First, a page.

For those of you who might’ve missed it, Gene Simmons of the illustrious Kiss recently revealed in an Esquire interview that “Rock is dead” and apparently has been for some time. But, before you mourn, let’s look at his evidence and attempt to find a pulse…
Gene’s logic progresses thusly:
1) Pre-1985, it wasn’t difficult for a budding rock group to attract the attention of a major record company
2) These companies were then able to protect the band’s artistic integrity, as well as promote their music in the appropriate venues
3) This promotion allowed rock acts to continue to write superior albums, that were then promoted, purchased by fans, whose money would fund more albums, ad infinitum
4) HOWEVER, with the growing popularity of music piracy, record companies are loathe to sign acts that won’t earn money outside of album sales
5) Most musicians who make money outside of albums are pop acts
6) Rock is dead; sell your guitar, and audition for The X-Factor
While I can follow his argument, I find it flawed. First, and potentially least importantly, to suggest that record companies, pre-1980’s, were focused primarily on artist integrity is inaccurate. It isn’t hard to come up with a dozen classic rock tracks lamenting the oppression of the music industry, from Pink Floyd’s “Have a Cigar” to Billy Joel’s “It’s Still Rock and Roll to Me.” In the capitalist system Gene Simmons praises in his interview, a record label’s first, most important goal is to make money – even at the expense of artistic integrity if need be. In fact, Dee Snyder’s rebuttal suggests that if rock was dead, it would be the fault of the greedy labels, and not music piracy. It is also important to note that Gene’s measure of success seems to be derived solely from an artist’s ability to make a living from your art. While this is a valid measure of success (and one of the few measures of success you can put numbers on), it is in no way the only way to denote a successful artist. In fact, it might be more accurate to say a musician who makes enough money to live is a professional musician, and not necessarily a successful one. Even still, using Gene’s financial measure of success, someone better tell U2 that rock is dead – and therefore their $100 million deal with iTunes might no longer be valid.
He also illustrates that it is easier to come up with important, persisting musical acts (rock or otherwise) from 1953 to 1983 than it is from 1984 to 2014. I find it unfair to attempt to make that comparison. You can’t figure out who will continue to be relevant ten or twenty years down the road – those predictions just don’t work. How many people were disappointed in their HD DVD players or Betamax tapes or Atari Lynxs or other “the next big things” that didn’t last? Gene suggests it’s easy to come up with 100 artists that continue to be praised from over thirty years ago is because we can clearly stand here and look back on that time. Even still, his slim list of only one post-‘83, continually relevant band is still grossly underrepresented. From The Red Hot Chili Peppers to The White Stripes to Metallica, there are a number of rock groups that have already emerged as “classics,” not to mention other, non-pop, post-’83 legends (I spent most of last week’s driving time listening to the 20th anniversary of Straight Outta Compton, and no one can deny the relevance of Daft Punk).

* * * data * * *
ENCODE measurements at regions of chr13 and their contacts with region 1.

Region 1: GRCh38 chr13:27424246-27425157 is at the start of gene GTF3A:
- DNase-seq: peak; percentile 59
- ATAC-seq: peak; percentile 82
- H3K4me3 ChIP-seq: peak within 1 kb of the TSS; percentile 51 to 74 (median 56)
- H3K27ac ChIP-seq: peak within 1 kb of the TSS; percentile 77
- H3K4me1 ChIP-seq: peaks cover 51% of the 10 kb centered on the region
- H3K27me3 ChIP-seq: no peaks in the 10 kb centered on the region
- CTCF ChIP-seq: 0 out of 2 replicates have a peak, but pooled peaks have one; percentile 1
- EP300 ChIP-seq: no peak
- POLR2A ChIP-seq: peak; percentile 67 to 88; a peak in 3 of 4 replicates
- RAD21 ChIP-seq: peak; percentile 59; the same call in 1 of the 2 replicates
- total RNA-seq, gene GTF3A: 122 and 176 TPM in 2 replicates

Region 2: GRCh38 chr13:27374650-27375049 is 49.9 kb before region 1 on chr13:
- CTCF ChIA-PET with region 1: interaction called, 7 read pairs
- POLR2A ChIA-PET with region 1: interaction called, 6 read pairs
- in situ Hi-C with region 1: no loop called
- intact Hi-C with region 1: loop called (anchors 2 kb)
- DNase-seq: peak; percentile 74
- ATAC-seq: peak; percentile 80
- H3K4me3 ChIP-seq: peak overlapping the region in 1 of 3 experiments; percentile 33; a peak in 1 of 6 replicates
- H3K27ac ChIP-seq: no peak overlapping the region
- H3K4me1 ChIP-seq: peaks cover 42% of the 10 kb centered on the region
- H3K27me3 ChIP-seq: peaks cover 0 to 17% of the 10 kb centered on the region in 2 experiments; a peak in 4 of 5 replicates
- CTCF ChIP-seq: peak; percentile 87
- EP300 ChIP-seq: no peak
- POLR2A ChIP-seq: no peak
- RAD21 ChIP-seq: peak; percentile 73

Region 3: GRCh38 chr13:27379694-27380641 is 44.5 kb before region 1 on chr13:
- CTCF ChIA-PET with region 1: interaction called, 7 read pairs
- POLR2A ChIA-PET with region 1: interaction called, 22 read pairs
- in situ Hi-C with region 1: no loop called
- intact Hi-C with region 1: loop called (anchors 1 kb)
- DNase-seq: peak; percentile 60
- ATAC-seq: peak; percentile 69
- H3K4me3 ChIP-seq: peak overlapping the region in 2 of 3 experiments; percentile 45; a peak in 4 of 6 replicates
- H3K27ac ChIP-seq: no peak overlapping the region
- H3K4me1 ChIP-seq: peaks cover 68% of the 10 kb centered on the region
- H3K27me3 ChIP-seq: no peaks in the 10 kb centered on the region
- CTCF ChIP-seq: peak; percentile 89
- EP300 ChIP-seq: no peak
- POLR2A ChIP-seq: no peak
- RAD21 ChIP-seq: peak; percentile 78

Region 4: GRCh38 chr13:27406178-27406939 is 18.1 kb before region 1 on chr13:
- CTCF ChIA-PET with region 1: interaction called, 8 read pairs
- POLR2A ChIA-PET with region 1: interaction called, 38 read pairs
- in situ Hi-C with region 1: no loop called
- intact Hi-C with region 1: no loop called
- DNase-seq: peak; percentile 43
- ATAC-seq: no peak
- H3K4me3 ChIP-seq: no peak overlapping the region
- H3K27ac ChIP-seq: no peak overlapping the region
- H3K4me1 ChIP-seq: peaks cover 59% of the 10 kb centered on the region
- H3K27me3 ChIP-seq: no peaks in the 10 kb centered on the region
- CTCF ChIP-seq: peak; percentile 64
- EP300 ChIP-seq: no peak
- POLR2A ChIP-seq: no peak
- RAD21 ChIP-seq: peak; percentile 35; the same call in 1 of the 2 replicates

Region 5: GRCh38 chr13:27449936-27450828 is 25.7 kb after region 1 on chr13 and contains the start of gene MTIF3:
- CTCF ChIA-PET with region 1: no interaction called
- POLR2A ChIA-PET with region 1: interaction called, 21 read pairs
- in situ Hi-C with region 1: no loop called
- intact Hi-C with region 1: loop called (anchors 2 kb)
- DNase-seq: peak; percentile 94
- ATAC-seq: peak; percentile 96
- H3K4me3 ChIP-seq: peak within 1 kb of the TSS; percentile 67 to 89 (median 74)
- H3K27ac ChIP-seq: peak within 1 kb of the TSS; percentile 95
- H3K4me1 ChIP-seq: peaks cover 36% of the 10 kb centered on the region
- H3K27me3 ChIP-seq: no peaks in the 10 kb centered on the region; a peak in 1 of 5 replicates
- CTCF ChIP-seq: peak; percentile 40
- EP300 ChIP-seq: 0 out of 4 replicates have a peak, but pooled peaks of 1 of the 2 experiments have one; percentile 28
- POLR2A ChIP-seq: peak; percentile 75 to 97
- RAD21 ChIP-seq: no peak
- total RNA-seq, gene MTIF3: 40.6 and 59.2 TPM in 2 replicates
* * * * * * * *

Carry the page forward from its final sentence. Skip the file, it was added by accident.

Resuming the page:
Rock isn’t dead; it’s merely evolved into something that Gene doesn’t recognize. The focus of today’s rock musicians isn’t financial success, as much as creating great art and sharing it with the public. In lieu of major record deals, artists are looking to Bandcamp or Soundcloud or even Youtube as promotional tools. If you want to find rock that’s alive, you need not look farther than the internet – a number of good rock acts are self-publishing modern masterpieces in their basements and garages in a “Do-it-Yourself” manner more emblematic of the rebellious rock and roll nature. In fact, if it were not for the internet, the three young preteens of Brooklyn’s Unlocking the Truth would’ve never been invited to Fun Fun Fun Fest, Coachella, and the Vans Warped Tour.
Gene, rock might be different from what it once was, but it is not dead – not by a long shot. The old road is rapidly fading, and if you aren’t prepared to lend a hand, don’t bother commenting on the new one.